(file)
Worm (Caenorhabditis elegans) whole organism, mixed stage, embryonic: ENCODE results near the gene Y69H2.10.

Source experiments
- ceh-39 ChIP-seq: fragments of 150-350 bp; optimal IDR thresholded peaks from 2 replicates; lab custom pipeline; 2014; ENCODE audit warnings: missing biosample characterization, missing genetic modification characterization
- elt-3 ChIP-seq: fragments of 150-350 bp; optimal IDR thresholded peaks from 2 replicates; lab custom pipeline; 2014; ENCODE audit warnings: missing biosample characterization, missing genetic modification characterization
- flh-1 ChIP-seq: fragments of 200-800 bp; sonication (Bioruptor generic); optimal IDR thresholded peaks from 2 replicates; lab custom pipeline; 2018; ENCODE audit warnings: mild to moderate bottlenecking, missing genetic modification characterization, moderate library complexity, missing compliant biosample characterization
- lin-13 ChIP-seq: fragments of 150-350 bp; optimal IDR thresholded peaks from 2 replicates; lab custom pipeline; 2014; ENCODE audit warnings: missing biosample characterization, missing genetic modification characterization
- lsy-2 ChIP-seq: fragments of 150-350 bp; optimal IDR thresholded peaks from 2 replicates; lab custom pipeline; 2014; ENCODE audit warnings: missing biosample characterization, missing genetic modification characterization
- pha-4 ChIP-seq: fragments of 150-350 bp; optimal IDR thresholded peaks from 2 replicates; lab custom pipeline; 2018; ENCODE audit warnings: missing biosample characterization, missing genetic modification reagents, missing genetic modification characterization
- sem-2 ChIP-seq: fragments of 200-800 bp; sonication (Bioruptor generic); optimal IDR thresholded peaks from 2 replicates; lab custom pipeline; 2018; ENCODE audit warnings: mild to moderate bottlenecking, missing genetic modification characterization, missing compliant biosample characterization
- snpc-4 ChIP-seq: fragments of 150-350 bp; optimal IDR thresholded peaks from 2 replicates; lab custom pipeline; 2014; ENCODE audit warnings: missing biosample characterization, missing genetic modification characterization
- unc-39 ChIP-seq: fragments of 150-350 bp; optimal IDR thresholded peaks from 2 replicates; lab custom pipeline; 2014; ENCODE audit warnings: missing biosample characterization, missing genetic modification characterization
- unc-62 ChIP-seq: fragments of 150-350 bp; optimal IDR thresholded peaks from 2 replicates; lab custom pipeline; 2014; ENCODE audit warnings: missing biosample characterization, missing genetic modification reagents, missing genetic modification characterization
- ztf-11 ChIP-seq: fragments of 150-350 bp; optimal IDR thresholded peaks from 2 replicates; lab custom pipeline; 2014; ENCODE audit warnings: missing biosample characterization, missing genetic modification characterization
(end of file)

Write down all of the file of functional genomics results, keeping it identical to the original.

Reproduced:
Worm (Caenorhabditis elegans) whole organism, mixed stage, embryonic: ENCODE results near the gene Y69H2.10.

Source experiments
- ceh-39 ChIP-seq: fragments of 150-350 bp; optimal IDR thresholded peaks from 2 replicates; lab custom pipeline; 2014; ENCODE audit warnings: missing biosample characterization, missing genetic modification characterization
- elt-3 ChIP-seq: fragments of 150-350 bp; optimal IDR thresholded peaks from 2 replicates; lab custom pipeline; 2014; ENCODE audit warnings: missing biosample characterization, missing genetic modification characterization
- flh-1 ChIP-seq: fragments of 200-800 bp; sonication (Bioruptor generic); optimal IDR thresholded peaks from 2 replicates; lab custom pipeline; 2018; ENCODE audit warnings: mild to moderate bottlenecking, missing genetic modification characterization, moderate library complexity, missing compliant biosample characterization
- lin-13 ChIP-seq: fragments of 150-350 bp; optimal IDR thresholded peaks from 2 replicates; lab custom pipeline; 2014; ENCODE audit warnings: missing biosample characterization, missing genetic modification characterization
- lsy-2 ChIP-seq: fragments of 150-350 bp; optimal IDR thresholded peaks from 2 replicates; lab custom pipeline; 2014; ENCODE audit warnings: missing biosample characterization, missing genetic modification characterization
- pha-4 ChIP-seq: fragments of 150-350 bp; optimal IDR thresholded peaks from 2 replicates; lab custom pipeline; 2018; ENCODE audit warnings: missing biosample characterization, missing genetic modification reagents, missing genetic modification characterization
- sem-2 ChIP-seq: fragments of 200-800 bp; sonication (Bioruptor generic); optimal IDR thresholded peaks from 2 replicates; lab custom pipeline; 2018; ENCODE audit warnings: mild to moderate bottlenecking, missing genetic modification characterization, missing compliant biosample characterization
- snpc-4 ChIP-seq: fragments of 150-350 bp; optimal IDR thresholded peaks from 2 replicates; lab custom pipeline; 2014; ENCODE audit warnings: missing biosample characterization, missing genetic modification characterization
- unc-39 ChIP-seq: fragments of 150-350 bp; optimal IDR thresholded peaks from 2 replicates; lab custom pipeline; 2014; ENCODE audit warnings: missing biosample characterization, missing genetic modification characterization
- unc-62 ChIP-seq: fragments of 150-350 bp; optimal IDR thresholded peaks from 2 replicates; lab custom pipeline; 2014; ENCODE audit warnings: missing biosample characterization, missing genetic modification reagents, missing genetic modification characterization
- ztf-11 ChIP-seq: fragments of 150-350 bp; optimal IDR thresholded peaks from 2 replicates; lab custom pipeline; 2014; ENCODE audit warnings: missing biosample characterization, missing genetic modification characterization